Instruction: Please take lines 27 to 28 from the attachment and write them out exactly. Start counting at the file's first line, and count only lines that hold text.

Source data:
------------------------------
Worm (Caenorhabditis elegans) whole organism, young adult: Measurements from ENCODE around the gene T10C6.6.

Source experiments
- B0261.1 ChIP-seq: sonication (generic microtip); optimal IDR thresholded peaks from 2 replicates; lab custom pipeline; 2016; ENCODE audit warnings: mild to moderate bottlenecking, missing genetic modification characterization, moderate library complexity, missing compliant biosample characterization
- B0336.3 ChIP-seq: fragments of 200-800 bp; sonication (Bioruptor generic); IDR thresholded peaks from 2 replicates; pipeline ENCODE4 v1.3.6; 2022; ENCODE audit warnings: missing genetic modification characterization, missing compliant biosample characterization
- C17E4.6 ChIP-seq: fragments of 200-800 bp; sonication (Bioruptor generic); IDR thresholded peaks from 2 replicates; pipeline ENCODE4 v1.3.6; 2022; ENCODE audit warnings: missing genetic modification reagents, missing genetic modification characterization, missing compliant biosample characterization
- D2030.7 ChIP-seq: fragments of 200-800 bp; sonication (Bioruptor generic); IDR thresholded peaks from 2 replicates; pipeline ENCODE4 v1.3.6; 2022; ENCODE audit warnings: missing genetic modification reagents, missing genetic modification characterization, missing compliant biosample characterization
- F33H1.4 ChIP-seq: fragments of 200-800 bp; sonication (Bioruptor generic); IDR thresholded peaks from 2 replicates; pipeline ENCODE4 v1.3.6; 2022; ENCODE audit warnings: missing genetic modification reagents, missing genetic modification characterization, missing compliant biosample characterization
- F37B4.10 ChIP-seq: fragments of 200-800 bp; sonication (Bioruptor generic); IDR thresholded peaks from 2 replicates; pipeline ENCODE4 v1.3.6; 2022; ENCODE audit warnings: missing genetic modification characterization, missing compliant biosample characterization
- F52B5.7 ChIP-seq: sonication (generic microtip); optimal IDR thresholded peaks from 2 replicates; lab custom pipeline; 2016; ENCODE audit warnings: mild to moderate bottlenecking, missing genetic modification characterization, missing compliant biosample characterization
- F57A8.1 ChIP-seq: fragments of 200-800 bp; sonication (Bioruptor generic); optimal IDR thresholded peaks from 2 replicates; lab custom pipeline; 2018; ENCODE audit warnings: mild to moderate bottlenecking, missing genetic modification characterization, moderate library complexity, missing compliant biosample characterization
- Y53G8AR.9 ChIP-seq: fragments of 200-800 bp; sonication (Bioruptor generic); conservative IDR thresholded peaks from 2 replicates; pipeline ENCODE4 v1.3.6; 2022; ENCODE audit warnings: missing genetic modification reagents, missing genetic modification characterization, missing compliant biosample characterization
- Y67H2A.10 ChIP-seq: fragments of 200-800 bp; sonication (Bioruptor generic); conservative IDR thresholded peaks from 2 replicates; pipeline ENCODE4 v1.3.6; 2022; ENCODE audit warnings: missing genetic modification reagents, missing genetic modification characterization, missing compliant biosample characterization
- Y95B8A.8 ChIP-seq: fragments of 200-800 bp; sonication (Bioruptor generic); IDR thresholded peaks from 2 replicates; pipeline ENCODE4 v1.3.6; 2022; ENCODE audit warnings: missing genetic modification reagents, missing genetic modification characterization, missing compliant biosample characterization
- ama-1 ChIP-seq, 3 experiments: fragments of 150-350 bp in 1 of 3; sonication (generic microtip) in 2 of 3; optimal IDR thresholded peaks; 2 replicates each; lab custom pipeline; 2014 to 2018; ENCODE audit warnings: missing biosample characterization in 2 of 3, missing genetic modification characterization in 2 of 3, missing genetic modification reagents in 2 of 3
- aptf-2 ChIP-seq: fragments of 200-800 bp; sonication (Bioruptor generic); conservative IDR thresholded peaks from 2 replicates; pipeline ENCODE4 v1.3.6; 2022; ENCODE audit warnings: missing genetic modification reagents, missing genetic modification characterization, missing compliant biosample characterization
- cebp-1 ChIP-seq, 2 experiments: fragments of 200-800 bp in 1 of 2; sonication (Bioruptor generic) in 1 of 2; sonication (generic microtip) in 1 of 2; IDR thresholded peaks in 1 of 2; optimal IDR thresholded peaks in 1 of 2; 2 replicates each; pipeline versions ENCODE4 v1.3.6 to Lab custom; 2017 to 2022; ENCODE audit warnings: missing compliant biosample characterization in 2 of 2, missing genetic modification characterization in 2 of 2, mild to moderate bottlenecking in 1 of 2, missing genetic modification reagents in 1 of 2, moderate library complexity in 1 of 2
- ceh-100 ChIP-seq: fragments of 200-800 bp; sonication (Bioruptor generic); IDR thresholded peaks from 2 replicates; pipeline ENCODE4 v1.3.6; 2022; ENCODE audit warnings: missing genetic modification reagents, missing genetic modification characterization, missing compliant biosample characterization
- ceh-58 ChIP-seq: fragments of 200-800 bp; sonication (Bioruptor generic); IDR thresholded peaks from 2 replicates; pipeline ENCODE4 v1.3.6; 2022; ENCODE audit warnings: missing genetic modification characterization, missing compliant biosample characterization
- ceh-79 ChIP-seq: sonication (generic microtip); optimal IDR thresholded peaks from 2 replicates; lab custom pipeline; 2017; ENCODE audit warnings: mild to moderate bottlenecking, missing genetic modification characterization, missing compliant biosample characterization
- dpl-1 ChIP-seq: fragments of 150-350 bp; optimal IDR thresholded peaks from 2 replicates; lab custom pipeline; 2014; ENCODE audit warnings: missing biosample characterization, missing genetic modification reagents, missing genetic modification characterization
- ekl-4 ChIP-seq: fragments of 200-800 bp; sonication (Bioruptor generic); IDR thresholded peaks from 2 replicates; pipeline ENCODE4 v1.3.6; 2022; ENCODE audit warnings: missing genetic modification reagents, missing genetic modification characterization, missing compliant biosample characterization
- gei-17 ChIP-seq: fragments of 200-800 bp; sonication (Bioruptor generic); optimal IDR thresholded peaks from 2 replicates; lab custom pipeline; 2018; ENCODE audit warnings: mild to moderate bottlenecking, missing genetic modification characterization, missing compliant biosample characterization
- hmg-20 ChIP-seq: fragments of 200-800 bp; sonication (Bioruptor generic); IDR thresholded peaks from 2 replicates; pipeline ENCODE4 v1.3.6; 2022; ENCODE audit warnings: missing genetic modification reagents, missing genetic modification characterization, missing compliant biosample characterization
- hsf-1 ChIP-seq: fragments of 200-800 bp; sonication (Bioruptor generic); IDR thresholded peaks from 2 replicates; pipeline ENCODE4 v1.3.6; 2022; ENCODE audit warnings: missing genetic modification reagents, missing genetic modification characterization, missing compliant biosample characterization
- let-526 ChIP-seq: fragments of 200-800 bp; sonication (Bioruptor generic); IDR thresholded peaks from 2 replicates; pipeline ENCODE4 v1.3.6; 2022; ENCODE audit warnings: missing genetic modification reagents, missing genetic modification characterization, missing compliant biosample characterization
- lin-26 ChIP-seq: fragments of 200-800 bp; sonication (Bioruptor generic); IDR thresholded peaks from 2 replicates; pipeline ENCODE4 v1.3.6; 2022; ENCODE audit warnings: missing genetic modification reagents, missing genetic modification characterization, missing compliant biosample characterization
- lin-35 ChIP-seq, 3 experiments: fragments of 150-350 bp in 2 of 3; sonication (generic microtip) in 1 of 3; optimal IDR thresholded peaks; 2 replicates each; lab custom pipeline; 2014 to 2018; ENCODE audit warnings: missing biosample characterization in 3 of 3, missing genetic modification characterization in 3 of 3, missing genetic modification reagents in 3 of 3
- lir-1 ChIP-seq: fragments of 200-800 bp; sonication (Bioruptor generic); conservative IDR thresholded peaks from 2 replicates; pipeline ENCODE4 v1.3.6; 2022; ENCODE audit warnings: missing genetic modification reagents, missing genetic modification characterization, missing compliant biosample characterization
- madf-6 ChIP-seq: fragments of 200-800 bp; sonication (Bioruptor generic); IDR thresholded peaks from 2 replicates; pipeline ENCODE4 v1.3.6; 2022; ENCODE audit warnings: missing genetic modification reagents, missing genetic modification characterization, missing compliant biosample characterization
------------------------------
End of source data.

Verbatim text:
- lin-35 ChIP-seq, 3 experiments: fragments of 150-350 bp in 2 of 3; sonication (generic microtip) in 1 of 3; optimal IDR thresholded peaks; 2 replicates each; lab custom pipeline; 2014 to 2018; ENCODE audit warnings: missing biosample characterization in 3 of 3, missing genetic modification characterization in 3 of 3, missing genetic modification reagents in 3 of 3
- lir-1 ChIP-seq: fragments of 200-800 bp; sonication (Bioruptor generic); conservative IDR thresholded peaks from 2 replicates; pipeline ENCODE4 v1.3.6; 2022; ENCODE audit warnings: missing genetic modification reagents, missing genetic modification characterization, missing compliant biosample characterization